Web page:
Besides this, most of the studies were conducted at University of the Punjab for studying the information needs and seeking behavior of different groups of people. For example, Bashir (1975) investigated the information needs of veterinary surgeons working in the district veterinary hospitals of the Punjab. Findings of the study exposed that respondents had no access to their specific material and they were unable to keep themselves up to date in their profession. Nighat (1975) studied the information needs of scientists working in the Oils, Fats and Waxes Division of the PCSIR Laboratories at Lahore using personal interview technique. The findings of the study indicated that participants used both formal and informal sources of information and they used to scan scientific literature especially current journals. Parvez (1975) investigated the information needs of dental surgeons working in the Dental College and Hospitals of Lahore. The findings of the study revealed that 68% respondents needed information for keeping themselves up to date, 48% required information to learn about medicines and related techniques. Gureja (1975) studied the information needs of newspaper editors. The study showed that majority of the respondents used reference tools specially dictionaries. For meeting their information needs, government reports were used by 67% respondents. News paper files were consulted by 53%, hand books were read by 40%, while gazetteers and directories were used by 37% respondents. Butt (1975) in his study investigated the information needs of Pakistan Television news producers located in Karachi, Lahore, Peshawar, Quetta and Rawalpindi. He exposed that a large majority of the respondents (95%) were using radio, press releases, and official notifications, received news from PPI, newspapers, foreign journals and professional books as sources of information. The study also revealed that respondents lacked the help of qualified librarians. Perveen (1976) has studied the information needs of teachers and research staff working in the social sciences department of University of the Punjab, Lahore. The study showed that teachers required information mostly for teaching purposes and they used both formal and informal sources. Other sources of fulfilling the needs were abstracts, books, reviews, conferences, proceedings and library catalogues. Bokhari (1976) conducted research to find out the information needs of the engineers of heavy mechanical complex Taxila. The study revealed that participants were consulting both formal and informal sources to meet their information needs. Majority of them attended workshops to get current knowledge in their field. Siddique (1976) studied the information needs of chemists. The findings exposed that current periodicals were frequently used by the respondents. Abstracts were used by them for research work. Only 51% respondents were satisfied with the library services. Fazlul-Haq (1976) conducted a study to know the information needs of teachers. According to the results, the teachers were consulting text books for the preparation of class lectures. The main sources of obtaining new ideas for information were current journals, latest books, news magazines, research reports and conference proceedings. Chaudhary (1977) studied the information needs of science teachers. The study revealed that 94% science teachers were using textbooks and 43% current journals. To keep themselves up to date, they usually used to consult journals. Anjum (1978) probed the information needs of the humanities faculty members of University of the Punjab, Lahore using a questionnaire supplemented by selected interviews. Major findings of the study pointed out that humanist scholars were less interested in informal sources of information.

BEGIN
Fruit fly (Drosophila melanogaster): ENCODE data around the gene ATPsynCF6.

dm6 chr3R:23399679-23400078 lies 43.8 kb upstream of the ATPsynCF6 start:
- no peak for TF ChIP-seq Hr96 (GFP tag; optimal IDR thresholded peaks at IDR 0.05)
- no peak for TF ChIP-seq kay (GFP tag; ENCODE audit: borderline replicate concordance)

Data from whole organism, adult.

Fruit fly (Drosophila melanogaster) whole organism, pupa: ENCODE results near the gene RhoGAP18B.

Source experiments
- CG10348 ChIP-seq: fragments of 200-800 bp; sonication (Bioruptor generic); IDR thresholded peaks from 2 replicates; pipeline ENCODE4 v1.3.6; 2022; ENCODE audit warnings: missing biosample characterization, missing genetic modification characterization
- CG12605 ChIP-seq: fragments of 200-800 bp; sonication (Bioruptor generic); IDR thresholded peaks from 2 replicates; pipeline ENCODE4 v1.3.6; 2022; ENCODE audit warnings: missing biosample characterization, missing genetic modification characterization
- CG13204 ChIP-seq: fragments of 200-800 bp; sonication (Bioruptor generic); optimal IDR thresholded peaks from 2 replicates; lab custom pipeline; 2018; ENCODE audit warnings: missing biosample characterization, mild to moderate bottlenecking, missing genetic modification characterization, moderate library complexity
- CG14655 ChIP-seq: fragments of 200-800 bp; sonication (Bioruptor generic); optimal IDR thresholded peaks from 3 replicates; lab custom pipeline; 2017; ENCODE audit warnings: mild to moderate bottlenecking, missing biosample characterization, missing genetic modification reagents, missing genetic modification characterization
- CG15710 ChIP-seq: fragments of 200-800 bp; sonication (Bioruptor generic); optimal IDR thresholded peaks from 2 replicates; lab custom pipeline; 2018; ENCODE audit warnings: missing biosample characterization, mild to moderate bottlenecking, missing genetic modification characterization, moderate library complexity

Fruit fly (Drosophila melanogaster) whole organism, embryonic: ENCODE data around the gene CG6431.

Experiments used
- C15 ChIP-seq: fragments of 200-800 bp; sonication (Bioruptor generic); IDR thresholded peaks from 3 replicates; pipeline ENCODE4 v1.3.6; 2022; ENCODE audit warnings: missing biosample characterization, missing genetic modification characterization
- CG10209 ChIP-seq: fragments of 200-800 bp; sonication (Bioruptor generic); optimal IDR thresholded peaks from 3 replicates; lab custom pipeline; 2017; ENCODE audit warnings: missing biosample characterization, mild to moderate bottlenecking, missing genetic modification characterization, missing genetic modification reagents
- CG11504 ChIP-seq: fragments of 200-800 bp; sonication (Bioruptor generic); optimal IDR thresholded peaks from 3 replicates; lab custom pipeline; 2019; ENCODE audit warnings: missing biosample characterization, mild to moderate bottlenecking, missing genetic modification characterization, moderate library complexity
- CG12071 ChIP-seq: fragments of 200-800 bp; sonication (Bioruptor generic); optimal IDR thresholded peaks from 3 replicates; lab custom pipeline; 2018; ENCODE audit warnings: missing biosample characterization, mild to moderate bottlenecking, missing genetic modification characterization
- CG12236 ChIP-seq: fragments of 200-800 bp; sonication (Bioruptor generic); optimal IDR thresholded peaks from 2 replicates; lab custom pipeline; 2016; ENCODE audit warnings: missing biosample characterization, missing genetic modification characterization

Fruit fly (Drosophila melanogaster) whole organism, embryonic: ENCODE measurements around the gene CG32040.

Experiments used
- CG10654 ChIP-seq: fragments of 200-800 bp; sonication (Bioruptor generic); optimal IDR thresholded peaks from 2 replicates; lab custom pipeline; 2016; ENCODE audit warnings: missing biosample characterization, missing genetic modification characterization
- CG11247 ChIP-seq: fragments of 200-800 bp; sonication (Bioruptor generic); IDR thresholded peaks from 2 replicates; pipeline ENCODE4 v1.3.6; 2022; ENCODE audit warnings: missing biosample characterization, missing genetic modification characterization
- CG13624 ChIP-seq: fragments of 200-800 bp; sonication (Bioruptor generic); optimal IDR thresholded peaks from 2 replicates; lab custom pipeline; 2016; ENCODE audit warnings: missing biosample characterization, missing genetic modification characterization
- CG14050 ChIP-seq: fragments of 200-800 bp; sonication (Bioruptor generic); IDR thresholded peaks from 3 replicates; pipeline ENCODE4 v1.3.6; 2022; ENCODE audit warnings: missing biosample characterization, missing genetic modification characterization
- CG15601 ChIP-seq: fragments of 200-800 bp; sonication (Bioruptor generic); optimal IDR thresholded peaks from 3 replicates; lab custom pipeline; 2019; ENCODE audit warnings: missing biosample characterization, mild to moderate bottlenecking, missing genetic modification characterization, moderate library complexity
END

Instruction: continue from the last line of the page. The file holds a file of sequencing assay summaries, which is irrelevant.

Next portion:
Beside these old studied in the recent years, few more studies were conducted. For example, Shahzad (2007) conducted his research to find out the information seeking behavior of faculty members at GCU, Lahore. Tahir, Mahmood, and Shafique (2008) studied the information needs and seeking behavior of Arts and Humanities Teachers of University of the Punjab. Tahira (2008) studied information needs and seeking behavior of science & technology teachers at University of the Punjab for her M. Phil study. Ansari (2007) carried out her PhD research to find out the information needs and seeking behavior of media practitioners in Pakistan. Within the city of Bahawalpur, only one study was conducted by Nazli (2001) to find out the information seeking behavior of user community at the Islamia University of Bahawalpur Library. No study to date has been conducted at national or local level to find out the Information needs and seeking behavior of college teachers and administrators in Pakistan. Keeping this gap in view, this study aims at finding the information needs and seeking behavior of college faculty at Bahawalpur City.